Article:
ABSTRACT. Mining interesting patterns from data is a core part of the data mining world. High utility mining, an active research topic in data mining, aims to discover valuable itemsets with high profit (e.g., cost, risk). However, the measure of interest of an itemset must primarily reflect not only the importance of items in terms of profit, but also their occurrence in data in order to make more crucial decisions. Some proposals are then introduced to deal with the problem of computing high utility itemsets that meet a minimum support threshold. However, in these existing proposals, all transactions in which the itemset appears are taken into account, including those in which the itemset has a low profit. So, no additional information about the overall utility of the itemset is taken into account. This paper addresses this issue by introducing a SAT-based model to efficiently find the set of all frequent high utility itemsets with the use of a minimum utility threshold applied to each transaction in which the itemset appears. More specifically, we reduce the problem of mining frequent high utility itemsets to the one of enumerating the models of a formula in propositional logic, and then we use state-of-the-art SAT solvers to solve it. Afterwards, to make our approach more efficient, we provide a decomposition technique that is particularly suitable for deriving smaller and independent sub-problems easy to resolve. Finally, an extensive experimental evaluation on various popular real-world datasets shows that our method is fast and scale well compared to the state-of-the art algorithms.

From Crossing-Free Resolution to Max-SAT Resolution

ABSTRACT. Adapting a resolution proof for SAT into a Max-SAT resolution proof without considerably increasing the size of the proof is an open problem. Read-once resolution, where each clause is used at most once in the proof, represents the only fragment of resolution for which an adaptation using exclusively Max-SAT resolution is known and trivial. Proofs containing non read-once clauses are difficult to adapt because the Max-SAT resolution rule replaces the premises by the conclusions. This paper contributes to this open problem by defining, for the first time since the introduction of Max-SAT resolution, a new fragment of resolution whose proofs can be adapted to Max-SAT resolution proofs without substantially increasing their size. In this fragment, called crossing-free resolution, non read-once clauses are used independently to infer new information thus enabling to bring along each non read-once clause while unfolding the proof until a substitute is required.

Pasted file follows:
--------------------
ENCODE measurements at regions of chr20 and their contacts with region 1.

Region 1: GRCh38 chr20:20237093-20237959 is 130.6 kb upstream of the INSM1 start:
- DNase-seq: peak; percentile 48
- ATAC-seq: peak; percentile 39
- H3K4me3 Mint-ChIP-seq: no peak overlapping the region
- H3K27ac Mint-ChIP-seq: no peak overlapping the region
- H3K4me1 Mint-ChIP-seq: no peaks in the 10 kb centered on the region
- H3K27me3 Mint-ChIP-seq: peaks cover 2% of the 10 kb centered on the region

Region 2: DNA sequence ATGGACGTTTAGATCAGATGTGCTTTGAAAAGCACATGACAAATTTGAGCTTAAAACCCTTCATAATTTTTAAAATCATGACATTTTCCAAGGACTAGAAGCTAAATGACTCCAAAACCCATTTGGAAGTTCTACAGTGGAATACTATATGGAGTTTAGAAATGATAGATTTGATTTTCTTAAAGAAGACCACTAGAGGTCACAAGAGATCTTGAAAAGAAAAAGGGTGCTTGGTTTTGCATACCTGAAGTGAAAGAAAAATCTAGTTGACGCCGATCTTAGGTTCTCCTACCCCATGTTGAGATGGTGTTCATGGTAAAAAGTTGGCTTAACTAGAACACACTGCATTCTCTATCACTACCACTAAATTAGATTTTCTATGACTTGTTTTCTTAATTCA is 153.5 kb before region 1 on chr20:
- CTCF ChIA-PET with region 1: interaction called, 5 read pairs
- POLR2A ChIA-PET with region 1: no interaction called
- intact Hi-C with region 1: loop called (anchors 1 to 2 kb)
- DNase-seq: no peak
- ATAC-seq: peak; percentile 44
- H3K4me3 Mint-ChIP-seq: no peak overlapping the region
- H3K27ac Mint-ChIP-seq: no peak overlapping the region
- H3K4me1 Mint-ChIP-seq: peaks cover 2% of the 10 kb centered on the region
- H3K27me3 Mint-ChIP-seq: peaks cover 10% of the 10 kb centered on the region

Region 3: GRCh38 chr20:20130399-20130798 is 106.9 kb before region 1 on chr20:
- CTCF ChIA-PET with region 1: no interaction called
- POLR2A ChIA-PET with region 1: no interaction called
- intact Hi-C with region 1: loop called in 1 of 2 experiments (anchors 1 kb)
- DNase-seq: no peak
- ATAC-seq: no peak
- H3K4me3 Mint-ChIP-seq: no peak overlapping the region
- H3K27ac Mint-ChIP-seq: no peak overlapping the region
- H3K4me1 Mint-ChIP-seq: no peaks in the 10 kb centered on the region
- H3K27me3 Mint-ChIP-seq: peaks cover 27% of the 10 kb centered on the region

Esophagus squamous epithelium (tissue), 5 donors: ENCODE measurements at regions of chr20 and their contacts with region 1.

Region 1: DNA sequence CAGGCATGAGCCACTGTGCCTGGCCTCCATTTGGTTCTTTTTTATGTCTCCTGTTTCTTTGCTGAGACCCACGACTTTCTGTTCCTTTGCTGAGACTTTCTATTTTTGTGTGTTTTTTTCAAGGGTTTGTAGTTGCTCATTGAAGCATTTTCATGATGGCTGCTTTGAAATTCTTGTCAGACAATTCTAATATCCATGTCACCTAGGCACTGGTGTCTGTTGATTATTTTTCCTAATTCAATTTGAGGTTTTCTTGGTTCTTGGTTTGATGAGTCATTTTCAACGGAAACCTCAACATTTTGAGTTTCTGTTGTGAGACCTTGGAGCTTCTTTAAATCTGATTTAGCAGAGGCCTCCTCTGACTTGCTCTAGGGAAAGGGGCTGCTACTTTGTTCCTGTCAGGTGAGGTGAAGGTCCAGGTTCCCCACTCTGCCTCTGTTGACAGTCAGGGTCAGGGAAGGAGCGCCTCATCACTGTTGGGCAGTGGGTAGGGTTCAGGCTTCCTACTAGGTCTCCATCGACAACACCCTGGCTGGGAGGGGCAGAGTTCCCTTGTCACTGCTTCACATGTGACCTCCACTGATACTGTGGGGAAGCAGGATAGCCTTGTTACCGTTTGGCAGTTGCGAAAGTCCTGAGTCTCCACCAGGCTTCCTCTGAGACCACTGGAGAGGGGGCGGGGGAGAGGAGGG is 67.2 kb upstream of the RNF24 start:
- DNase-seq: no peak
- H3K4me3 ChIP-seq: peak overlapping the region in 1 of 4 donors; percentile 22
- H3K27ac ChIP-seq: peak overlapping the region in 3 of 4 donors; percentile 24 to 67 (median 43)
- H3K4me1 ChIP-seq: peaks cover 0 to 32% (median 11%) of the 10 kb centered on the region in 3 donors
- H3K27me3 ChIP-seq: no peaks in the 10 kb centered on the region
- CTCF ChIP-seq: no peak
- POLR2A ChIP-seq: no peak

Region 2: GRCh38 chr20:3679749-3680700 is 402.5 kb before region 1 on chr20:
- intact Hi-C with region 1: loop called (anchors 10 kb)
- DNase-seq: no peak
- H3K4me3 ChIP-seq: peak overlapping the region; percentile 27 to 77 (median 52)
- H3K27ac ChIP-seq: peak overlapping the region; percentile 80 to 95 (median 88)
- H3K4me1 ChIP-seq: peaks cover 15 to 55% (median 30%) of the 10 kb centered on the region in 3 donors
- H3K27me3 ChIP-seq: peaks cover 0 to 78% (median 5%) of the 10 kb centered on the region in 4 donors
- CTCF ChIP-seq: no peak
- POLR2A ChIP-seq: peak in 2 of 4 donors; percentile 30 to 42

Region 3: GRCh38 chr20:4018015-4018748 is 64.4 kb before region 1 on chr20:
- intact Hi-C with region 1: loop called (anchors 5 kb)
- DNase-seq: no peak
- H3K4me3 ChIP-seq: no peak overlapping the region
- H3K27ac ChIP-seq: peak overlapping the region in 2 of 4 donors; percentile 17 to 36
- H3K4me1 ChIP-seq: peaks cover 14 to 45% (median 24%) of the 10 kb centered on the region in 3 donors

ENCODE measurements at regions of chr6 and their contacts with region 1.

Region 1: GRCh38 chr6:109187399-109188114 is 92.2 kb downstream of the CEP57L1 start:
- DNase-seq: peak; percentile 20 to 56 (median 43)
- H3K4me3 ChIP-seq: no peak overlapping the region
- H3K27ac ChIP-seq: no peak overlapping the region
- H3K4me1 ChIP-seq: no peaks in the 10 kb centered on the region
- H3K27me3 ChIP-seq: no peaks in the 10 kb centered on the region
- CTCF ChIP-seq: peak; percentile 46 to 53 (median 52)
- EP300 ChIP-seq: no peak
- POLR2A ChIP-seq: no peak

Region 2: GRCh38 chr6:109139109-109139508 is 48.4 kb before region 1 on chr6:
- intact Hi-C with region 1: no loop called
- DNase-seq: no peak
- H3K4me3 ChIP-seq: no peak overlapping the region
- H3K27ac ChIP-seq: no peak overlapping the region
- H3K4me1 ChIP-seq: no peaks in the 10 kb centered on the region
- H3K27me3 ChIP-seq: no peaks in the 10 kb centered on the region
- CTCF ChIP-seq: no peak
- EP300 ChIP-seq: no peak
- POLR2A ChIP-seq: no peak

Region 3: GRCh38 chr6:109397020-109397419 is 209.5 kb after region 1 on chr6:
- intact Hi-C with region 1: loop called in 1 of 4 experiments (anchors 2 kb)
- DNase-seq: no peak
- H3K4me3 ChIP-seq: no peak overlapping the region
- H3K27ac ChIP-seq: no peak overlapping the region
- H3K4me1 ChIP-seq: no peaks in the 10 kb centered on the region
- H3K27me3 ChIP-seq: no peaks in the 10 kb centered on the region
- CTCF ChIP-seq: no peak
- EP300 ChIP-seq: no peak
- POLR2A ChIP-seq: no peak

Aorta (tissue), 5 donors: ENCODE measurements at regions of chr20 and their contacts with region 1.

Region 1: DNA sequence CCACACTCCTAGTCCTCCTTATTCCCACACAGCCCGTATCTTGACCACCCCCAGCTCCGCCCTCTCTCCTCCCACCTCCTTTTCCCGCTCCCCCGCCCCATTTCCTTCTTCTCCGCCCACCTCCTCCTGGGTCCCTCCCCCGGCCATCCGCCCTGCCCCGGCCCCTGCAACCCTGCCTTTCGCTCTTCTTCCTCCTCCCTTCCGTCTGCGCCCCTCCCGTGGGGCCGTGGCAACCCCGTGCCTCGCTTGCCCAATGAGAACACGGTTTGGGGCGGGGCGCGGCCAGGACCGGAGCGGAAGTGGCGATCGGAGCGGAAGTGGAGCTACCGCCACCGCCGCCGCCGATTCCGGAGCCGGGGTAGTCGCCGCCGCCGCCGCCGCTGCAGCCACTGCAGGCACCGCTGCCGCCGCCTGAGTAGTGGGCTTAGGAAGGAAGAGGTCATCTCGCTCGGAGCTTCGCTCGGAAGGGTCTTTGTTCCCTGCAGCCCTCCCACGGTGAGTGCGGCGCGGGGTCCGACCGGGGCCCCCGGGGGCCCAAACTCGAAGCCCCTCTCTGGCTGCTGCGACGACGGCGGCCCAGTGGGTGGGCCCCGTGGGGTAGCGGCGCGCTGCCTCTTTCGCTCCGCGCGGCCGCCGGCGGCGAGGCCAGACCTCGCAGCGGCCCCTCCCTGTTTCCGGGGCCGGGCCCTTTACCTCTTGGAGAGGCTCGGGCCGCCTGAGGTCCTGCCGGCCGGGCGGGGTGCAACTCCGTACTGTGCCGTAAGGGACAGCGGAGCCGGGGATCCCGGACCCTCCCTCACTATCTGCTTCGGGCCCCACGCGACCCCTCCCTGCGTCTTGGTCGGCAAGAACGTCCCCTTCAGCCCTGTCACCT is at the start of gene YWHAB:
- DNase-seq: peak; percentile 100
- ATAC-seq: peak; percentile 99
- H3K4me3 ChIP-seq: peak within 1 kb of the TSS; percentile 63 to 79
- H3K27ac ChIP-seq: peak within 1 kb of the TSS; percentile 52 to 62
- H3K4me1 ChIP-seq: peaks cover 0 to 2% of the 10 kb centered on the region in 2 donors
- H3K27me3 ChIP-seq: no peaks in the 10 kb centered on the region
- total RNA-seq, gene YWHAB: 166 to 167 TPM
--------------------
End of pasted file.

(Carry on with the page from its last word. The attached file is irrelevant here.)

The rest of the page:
10:30-11:00Coffee Break
11:00-12:30 Session 65A: MDD
Location: Taub 7
Heuristics for MDD Propagation in Haddock
PRESENTER: Rebecca Gentzel

ABSTRACT. Haddock, introduced in [11], is a declarative language and architecture for the specification and the implementation of Multi-valued decision diagrams. It relies on a labeled transition system to specify and compose individual constraints into a propagator with filtering capabilities that automatically deliver the expected level of filtering. Yet, the operational potency of the filtering algorithms strongly correlate with heuristics for carrying out refinements of the diagrams. This paper considers how to empower Haddock users with the ability to unintrusively specify various such heuristics and derive the computational benefits of exerting fine-grained control over the refinement process.

CNF Encodings of Binary Constraint Trees
PRESENTER: Ruiwei Wang

ABSTRACT. Ordered Multi-valued Decision Diagrams (MDDs) have been shown to be useful to represent finite domain functions/relations. For example, various constraints can be modelled with MDD constraints. Recently, a new representation called Binary Constraint Tree (BCT), which is a (special) tree structure binary Constraint Satisfaction Problem, has been proposed to encode MDDs and shown to outperform existing MDD constraint propagators in Constraint Programming solvers. BCT is a compact representation, and it can be exponentially smaller than MDD for representing some constraints. Here, we also show that BCT is compact for representing non-deterministic finite state automaton (NFA) constraints. In this paper, we investigate how to encode BCT into CNF form, making it suitable for SAT solvers. We present and investigate five BCT CNF encodings. We compare the propagation strength of the BCT CNF encodings and experimentally evaluate the encodings on a range of existing benchmarks. We also compare with seven existing CNF encodings of MDD constraints. Experimental results show that the CNF encodings of BCT constraints can outperform those of MDD constraints on various benchmarks.

Nucleus-Satellites Systems of OMDDs for Reducing the Size of Compiled Forms
PRESENTER: Nicolas Schmidt